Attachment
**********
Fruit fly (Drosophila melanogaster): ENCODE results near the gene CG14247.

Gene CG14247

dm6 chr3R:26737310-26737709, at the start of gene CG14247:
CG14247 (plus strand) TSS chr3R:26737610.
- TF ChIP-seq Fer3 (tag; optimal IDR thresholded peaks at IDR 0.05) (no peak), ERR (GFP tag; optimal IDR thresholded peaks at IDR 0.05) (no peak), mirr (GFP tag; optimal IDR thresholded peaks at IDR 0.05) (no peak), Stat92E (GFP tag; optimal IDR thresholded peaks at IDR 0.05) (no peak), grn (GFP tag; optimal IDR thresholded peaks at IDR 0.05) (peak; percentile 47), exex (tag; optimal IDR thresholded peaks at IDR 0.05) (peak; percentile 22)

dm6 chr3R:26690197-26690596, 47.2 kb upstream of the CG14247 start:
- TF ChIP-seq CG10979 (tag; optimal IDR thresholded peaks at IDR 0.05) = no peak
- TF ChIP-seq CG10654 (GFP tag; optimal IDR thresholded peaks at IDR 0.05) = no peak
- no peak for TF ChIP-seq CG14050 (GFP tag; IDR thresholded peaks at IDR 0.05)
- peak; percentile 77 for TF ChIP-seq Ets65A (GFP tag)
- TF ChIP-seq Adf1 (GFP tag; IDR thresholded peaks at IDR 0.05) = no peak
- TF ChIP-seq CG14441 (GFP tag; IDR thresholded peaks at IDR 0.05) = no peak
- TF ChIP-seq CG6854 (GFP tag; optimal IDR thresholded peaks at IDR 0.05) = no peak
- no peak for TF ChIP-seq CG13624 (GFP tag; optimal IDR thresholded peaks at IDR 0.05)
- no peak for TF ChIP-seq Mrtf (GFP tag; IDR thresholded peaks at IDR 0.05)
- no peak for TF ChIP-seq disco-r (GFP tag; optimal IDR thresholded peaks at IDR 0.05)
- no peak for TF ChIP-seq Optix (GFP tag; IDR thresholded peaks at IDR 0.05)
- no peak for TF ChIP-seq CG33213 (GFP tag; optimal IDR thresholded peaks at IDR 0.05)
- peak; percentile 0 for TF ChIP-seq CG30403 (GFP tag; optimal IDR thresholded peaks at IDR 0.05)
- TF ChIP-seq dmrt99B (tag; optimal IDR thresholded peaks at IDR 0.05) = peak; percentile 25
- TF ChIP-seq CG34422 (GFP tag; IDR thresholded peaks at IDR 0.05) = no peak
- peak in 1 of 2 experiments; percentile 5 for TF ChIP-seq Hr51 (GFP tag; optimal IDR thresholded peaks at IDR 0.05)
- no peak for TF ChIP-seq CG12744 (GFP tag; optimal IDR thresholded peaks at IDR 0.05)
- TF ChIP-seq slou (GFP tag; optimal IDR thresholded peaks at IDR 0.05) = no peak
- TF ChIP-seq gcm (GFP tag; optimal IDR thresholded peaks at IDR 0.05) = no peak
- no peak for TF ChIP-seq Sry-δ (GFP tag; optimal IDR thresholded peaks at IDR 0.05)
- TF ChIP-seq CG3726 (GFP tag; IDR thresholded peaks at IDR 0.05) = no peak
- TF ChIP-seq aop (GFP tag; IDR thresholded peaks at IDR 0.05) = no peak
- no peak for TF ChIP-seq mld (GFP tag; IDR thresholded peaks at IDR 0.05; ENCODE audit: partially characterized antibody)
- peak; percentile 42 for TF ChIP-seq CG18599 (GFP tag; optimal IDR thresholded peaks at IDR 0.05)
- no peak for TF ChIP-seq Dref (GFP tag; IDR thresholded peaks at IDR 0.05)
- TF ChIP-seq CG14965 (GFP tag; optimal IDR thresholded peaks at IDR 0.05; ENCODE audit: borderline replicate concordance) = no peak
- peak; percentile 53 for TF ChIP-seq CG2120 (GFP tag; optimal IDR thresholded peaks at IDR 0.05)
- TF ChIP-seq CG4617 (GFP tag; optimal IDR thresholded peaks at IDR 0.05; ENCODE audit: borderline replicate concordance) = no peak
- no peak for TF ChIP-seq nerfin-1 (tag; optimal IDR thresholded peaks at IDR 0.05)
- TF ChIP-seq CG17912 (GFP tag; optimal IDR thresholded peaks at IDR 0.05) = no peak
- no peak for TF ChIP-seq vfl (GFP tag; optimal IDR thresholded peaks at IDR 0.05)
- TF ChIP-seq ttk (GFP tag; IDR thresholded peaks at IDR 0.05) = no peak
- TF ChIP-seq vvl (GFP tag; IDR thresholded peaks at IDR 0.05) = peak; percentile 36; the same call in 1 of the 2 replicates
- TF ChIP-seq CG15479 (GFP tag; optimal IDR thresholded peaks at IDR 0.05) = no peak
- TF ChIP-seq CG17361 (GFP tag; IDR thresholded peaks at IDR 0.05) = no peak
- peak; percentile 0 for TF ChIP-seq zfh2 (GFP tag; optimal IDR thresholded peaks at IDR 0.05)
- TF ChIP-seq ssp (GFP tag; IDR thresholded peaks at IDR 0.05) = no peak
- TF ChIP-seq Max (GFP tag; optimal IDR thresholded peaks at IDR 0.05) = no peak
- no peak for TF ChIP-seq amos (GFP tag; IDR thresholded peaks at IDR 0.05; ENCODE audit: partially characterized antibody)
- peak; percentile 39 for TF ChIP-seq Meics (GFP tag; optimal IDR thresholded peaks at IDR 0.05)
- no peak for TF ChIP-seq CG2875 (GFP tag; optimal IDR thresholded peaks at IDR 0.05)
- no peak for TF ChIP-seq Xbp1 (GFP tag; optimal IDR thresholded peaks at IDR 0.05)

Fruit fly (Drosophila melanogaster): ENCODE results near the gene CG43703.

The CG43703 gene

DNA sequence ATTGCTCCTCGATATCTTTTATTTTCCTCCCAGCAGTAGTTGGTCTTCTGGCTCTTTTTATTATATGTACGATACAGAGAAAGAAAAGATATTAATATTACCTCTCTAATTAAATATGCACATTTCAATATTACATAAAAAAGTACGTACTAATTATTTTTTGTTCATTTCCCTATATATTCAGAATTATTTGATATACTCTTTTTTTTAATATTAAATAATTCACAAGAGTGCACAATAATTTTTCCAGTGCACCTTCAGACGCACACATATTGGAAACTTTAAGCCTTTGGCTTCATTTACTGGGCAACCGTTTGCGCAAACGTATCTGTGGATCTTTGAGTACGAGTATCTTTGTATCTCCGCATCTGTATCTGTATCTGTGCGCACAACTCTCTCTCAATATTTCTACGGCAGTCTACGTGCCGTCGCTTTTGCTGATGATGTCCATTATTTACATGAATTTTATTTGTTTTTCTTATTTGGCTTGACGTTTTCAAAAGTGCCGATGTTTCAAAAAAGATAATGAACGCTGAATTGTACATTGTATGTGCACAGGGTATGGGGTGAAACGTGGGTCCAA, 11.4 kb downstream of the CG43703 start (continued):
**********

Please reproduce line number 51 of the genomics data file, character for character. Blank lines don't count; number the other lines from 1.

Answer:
DNA sequence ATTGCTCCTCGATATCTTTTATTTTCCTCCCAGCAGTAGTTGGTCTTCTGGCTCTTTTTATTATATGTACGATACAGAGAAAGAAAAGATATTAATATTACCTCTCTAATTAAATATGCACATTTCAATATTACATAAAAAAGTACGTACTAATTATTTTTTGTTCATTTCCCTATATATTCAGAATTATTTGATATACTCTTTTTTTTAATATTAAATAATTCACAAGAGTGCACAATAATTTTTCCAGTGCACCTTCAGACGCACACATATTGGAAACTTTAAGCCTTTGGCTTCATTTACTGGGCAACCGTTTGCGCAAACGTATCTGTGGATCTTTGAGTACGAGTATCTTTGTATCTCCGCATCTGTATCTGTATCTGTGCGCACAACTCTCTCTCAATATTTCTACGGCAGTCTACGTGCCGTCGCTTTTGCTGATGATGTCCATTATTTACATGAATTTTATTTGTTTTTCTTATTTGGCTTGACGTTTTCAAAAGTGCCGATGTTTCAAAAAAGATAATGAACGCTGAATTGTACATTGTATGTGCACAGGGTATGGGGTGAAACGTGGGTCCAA, 11.4 kb downstream of the CG43703 start (continued):